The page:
You Acted Under Duress
Duress can serve as an excuse in defending Arson cases. Defendants may commit Arson as a result of threats or using physical force. The defendant should prove they had a reasonable fear with no alternative to performing the crime.
Defendants need to provide their evidence. For you to avoid conviction, the judge should ensure the defendant's evidence is strong and valid. It may be a challenge for the defendant to prove they never committed the crime.
An alibi is a legal term used to prove you were somewhere else when the crime occurred. The alibi is a common defense for Arson in California. The defendant may claim they were in different places when the criminal act occurred. Your defense attorney should prove your absence from the scene using the evidence you were somewhere else when the Arson occurred.
A judge will dismiss your charges if satisfied with the evidence. Alternatively, you require the help of a competent defense lawyer. The law Los Angeles criminal defense lawyer law firm has experienced lawyers providing the best outcomes for your case.
In California, the defendant cant face conviction if found illegally insane during the crime commission. If the defendant cannot distinguish right from wrong or doesn't understand the nature of their acts, due to mental incapacity, then criminal law may excuse the conduct.
It's common to be caught in traps nowadays. However, with our experienced Los Angeles criminal defense lawyers, they may argue the defendant performed the crime due to entrapment.
The defendant might commit the crime due to harassment, fraud, flattery, threats, or pressure from the police. However, it may be challenging to prove entrapment. When the defendant has evidence, it acts as a backup for their defense. Therefore, the charges may be reduced or dismissed.
Offenses Related To Arson
Alongside Arson are other related crimes. Below are the offenses commonly charged in conjunction with Arson:
Insurance fraud is the act of attempting to obtain insurance benefits and payments to which you were not otherwise entitled. Insurance fraud occurs when you intentionally set fire to your home, car, or other property intending to collect money from the insurance company.
For example, when you burn your home intending to get insurance proceeds, the prosecution considers the burning as insurance fraud and Arson. The charges will attract double the actual insurance returns.
Trespass refers to entering or staying with another person's property or land without permission to do so. Unlike Arson, trespass doesn't require the defendant to act with wilfulness and maliciousness.
Common acts prohibited by California laws include:
Entering any property to interfere with the business
Entering someone's property intending to damage the property
Occupying another person's property unlawfully
Taking dirt, stone, timber, and soil off someone's land without permission
Refusing screening in court and airports
Picking oysters off somebody's land
Failing to leave a public building during the hours when the building is closed regularly after an employee requests you to leave
The defendant may be charged with trespass and Arson if they unlawfully enter the land or property in which the fire originated.
Burglary is illegal entering a structure including residential, commercial, or any building or property intending to commit a felony inside. Notably, the entry into the structure does not require to be accomplished by force. Additionally, the access doesn't require violence threat or any destruction act.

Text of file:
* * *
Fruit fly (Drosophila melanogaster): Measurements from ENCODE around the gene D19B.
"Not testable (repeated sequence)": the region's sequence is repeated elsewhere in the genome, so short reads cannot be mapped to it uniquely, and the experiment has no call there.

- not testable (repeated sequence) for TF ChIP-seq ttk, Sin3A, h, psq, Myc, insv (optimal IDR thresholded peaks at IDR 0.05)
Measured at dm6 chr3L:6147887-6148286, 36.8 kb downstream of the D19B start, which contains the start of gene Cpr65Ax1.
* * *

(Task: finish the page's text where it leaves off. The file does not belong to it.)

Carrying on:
In California, burglary is considered a wobbler, meaning depending on the crime circumstances, it is chargeable as either a misdemeanor or a felony. The difference between burglary and Arson is, burglary applies to residential and commercial buildings and does not include structures and forest land. You could be charged for both Arson and burglary when you enter a building intending to commit a malicious Arson while inside.
First-degree murder refers to the predetermined, deliberate, and willful killing of another person. In California, you may face charges of first-degree murder when:
You use explosives devices, poison, piercing ammunition, or weapons of mass destruction in the killing.
Upon being implicated of torturing the killed person
In case you were in the process of committing a specific felony, Arson when the death occurred.
First-degree murder has severe penalties. Once convicted of first-degree murder due to malicious Arson, the only possible sentencing outcome includes the death penalty or a life prison without the possibility of parole.
In Los Angeles, the county fire department conducts Arson investigations immediately after the crime occurs. However, other private and government authorities may get involved in the investigation for criminal prosecution insurance coverage. The authorities include:
California conference of Arson
California district attorney's association
Department of justice
State fire marshals and firearms Arson and bomb unit
The Arson investigations result will affect what the defendant faces accusations accused of and the charges' seriousness.
Upon conclusion, the defendant started the fire willfully and maliciously; they are chargeable with a felony or even a California strike. Alternatively, if the findings show the defendant recklessly caused the fire, they can face California misdemeanor charges.
Contact a Criminal Defense Lawyer Near Me
In California, Arson is charged as a felony with severe penalties and punishments. However, hiring a competent defense lawyer for your case is one of the most important decisions you should make. The LA criminal defense law firm Fights for all clients, no matter how intimidating and tedious the process is. Our defense lawyers will review your case and gather beneficial evidence.
We have successfully handled many Arson cases. Therefore, you can trust our experience and skills. Our defense lawyers evaluate every case and build the best possible defense strategies. We have many years of experience and a successful track record to serve your best interest in Los Angeles. Call us at 310-935-1675 and receive assistance on your case.